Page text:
While Leo fussed over his helm controls, Hazel and Frank relayed the story of the fish-centaurs and their training camp. 'Incredible,' Jason said. 'These are really good brownies.' 'That's your only comment?' Piper demanded. He looked surprised. 'What? I heard the story. Fish-centaurs. Merpeople. Letter of intro to the Tiber River god. Got it. But these brownies--' 'I know,' Frank said, his mouth full. 'Try them with Ester's peach preserves.' 'That,' Hazel said, 'is incredibly disgusting.' 'Pass me the jar, man,' Jason said. Hazel and Piper exchanged a look of total exasperation. Boys.
While Leo fussed over his helm controls, Hazel and Frank relayed the story of the fish-centaurs and their training camp. 'Incredible, ' Jason said. 'These are really good brownies.' 'That's your only comment?' Piper demanded. He looked surprised. 'What? I heard the story. Fish-centaurs. Merpeople. Letter of intro to the Tiber River god. Got it. But these brownies-' 'I know, ' Frank said, his mouth full. 'Try them with Ester's peach preserves.' 'That, ' Hazel said, 'is incredibly disgusting.' 'Pass me the jar, man, ' Jason said. Hazel and Piper exchanged a look of total exasperation. Boys.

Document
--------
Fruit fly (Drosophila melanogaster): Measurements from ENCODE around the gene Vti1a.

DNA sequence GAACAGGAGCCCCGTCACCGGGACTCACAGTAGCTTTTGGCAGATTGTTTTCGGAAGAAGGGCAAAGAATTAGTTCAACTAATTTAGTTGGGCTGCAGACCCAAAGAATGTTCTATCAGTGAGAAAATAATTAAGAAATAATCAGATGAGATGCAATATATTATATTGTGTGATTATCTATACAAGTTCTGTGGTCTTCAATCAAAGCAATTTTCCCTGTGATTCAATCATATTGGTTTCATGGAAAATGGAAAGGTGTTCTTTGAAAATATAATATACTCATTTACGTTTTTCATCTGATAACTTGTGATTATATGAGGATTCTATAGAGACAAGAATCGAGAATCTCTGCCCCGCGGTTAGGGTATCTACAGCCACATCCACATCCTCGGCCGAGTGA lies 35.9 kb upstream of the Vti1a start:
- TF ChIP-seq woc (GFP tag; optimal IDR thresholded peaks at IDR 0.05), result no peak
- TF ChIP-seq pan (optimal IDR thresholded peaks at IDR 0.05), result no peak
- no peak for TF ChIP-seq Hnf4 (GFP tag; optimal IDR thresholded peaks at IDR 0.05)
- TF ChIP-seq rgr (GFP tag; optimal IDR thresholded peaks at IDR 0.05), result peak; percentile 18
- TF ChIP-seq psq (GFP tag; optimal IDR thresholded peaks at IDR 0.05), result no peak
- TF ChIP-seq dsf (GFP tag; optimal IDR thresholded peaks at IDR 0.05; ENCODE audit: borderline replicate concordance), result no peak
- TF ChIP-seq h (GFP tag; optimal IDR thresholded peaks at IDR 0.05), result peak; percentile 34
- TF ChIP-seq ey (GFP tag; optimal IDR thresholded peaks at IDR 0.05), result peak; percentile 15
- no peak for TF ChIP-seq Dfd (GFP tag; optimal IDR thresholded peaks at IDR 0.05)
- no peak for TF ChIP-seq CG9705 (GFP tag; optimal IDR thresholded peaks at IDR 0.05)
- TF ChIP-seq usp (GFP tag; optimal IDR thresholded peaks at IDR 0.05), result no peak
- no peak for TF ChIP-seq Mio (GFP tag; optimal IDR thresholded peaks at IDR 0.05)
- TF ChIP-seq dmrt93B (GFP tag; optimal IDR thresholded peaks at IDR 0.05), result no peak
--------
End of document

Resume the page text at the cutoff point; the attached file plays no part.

Do you want to hang out? At your place or something?" Hanging out with Jimmy Hailler will mean that I have to say hello to him every day. I'm not ready to say hello to him every day. Too much commitment. It's bad enough that I'm sharing chocolate brownies swith him. I shake my head. "Not today.
The old gods and their magics did not dwindle away into murky memories of brownies and little fairies more at home in a Disney cartoon; rather, they changed. The coming of Christ and Christians actually freed them. They were no longer bound to people's expectations but could now become anything that they could imagine themselves to be. They are still here, walking among us. We just don't recognize them anymore.
Charles de Lint
I don't believe in things like that - fairies or brownies or magic or anything. It's old-fashioned.' 'Well, we must be jolly old-fashioned then,' said Bessie. 'Because we not only believe in the Faraway Tree and love our funny friends there, but we go to see them too - and we visit the lands at the top of the Tree as well!